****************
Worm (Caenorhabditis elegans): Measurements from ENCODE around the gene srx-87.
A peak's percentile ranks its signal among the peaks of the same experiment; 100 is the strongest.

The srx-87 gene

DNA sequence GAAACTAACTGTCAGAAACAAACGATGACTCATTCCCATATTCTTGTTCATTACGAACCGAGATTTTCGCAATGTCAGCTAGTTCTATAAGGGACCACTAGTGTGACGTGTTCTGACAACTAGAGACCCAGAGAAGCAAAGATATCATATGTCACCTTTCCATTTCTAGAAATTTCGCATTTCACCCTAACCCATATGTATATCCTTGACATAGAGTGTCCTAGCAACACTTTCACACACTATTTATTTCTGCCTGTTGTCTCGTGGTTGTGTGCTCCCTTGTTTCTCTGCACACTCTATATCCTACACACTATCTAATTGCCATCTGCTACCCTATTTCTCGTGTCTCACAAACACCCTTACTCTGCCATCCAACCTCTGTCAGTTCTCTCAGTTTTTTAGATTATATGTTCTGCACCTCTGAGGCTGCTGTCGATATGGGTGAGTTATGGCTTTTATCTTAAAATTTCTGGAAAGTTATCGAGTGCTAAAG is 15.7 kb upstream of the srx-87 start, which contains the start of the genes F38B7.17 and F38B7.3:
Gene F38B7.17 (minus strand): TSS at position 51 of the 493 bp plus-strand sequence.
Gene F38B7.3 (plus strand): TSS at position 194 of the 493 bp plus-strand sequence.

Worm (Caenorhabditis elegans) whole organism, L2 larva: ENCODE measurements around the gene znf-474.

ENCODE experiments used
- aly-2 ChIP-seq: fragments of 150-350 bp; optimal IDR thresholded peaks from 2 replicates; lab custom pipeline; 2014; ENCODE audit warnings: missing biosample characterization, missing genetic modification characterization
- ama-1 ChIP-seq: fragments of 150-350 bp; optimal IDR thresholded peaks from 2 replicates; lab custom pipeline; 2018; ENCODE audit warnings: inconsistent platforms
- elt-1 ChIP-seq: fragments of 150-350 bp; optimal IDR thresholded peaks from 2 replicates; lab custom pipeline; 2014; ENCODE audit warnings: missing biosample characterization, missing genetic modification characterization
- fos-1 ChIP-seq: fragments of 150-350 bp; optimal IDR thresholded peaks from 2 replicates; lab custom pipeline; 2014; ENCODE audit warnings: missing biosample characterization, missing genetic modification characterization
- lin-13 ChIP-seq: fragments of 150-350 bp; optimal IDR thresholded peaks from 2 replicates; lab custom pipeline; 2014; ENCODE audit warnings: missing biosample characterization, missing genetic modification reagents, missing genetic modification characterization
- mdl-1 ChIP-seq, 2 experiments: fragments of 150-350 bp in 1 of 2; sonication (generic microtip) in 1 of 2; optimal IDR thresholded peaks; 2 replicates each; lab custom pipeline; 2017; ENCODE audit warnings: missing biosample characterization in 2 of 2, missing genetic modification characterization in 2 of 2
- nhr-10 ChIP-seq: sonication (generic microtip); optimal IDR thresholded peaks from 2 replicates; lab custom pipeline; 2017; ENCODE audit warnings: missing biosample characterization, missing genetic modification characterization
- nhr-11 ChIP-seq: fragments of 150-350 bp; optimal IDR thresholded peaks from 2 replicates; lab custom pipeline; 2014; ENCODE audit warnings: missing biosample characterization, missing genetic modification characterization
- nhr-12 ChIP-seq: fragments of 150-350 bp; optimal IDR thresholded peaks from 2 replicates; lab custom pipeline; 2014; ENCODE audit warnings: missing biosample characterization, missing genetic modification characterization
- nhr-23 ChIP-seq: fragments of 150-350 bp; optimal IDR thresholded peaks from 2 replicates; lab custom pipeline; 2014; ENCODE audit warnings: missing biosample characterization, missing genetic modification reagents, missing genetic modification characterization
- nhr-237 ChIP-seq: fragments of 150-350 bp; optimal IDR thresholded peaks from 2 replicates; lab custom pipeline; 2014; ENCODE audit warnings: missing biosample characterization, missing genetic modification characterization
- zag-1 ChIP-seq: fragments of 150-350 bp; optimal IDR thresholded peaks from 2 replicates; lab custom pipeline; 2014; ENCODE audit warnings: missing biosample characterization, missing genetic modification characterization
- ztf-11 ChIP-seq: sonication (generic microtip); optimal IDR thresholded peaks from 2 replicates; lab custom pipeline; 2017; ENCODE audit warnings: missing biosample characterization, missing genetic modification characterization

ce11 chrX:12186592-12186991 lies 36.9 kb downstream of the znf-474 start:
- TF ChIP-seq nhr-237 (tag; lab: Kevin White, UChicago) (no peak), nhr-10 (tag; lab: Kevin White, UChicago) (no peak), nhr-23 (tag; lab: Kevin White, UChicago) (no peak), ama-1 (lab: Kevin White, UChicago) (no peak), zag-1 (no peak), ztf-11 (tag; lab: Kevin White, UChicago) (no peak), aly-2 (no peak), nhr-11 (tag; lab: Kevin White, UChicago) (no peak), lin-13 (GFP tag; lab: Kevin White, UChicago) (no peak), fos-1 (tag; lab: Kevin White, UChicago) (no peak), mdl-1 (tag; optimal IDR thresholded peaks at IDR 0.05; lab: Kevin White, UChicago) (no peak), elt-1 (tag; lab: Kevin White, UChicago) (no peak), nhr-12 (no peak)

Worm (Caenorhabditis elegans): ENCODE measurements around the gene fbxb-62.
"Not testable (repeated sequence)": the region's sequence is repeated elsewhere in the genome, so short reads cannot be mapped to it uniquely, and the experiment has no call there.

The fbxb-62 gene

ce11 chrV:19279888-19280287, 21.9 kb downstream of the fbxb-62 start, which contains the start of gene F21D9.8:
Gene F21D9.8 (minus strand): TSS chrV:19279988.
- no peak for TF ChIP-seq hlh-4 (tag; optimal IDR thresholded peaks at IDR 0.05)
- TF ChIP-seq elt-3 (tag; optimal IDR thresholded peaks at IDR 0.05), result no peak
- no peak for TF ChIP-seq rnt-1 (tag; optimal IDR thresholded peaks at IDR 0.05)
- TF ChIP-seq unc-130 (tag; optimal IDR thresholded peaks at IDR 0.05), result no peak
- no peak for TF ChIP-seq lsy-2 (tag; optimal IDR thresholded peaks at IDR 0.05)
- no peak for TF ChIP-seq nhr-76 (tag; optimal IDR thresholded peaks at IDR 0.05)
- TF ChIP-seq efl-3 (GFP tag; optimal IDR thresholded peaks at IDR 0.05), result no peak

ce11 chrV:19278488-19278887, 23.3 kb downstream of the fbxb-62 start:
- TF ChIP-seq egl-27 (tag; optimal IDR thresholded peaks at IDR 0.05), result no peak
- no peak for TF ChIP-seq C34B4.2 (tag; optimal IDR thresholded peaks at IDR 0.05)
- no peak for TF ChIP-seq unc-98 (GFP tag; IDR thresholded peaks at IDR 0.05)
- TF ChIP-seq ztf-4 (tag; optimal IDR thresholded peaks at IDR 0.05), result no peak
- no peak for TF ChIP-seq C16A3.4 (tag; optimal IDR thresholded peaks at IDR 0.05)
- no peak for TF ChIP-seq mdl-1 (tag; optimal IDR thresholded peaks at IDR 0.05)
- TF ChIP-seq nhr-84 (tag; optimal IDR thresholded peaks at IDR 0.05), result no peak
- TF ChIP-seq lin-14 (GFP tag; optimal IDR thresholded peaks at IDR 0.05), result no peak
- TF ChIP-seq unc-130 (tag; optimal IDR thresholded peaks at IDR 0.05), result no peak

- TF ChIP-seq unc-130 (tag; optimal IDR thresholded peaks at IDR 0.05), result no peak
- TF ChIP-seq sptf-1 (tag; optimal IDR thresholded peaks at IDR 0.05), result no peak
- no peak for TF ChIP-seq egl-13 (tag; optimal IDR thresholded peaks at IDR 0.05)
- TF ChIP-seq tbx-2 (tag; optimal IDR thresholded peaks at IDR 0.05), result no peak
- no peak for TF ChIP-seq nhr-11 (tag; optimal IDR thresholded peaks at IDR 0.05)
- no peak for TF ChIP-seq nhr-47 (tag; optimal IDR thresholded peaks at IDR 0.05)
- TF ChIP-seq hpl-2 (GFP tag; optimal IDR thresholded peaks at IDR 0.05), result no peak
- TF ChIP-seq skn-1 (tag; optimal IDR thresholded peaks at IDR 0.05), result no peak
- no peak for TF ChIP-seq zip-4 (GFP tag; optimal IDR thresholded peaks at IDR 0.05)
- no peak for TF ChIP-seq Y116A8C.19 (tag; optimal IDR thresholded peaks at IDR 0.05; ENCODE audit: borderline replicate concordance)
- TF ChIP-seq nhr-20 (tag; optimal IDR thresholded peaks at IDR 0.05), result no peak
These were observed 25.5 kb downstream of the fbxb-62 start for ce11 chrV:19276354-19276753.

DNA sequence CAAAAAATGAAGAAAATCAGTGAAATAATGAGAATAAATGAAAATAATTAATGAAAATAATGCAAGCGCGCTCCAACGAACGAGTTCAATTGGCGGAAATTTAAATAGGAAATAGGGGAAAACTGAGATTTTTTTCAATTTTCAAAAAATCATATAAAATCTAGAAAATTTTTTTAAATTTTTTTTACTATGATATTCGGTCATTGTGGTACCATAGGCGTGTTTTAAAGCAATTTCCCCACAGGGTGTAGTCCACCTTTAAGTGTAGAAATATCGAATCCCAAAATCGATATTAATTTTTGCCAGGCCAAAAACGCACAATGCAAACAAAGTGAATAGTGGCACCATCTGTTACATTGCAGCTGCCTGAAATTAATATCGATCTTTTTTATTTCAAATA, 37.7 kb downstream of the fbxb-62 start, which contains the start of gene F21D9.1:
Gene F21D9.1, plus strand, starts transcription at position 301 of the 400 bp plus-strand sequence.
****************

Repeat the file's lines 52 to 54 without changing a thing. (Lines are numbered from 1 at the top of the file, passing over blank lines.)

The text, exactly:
- TF ChIP-seq hpl-2 (GFP tag; optimal IDR thresholded peaks at IDR 0.05), result no peak
- TF ChIP-seq skn-1 (tag; optimal IDR thresholded peaks at IDR 0.05), result no peak
- no peak for TF ChIP-seq zip-4 (GFP tag; optimal IDR thresholded peaks at IDR 0.05)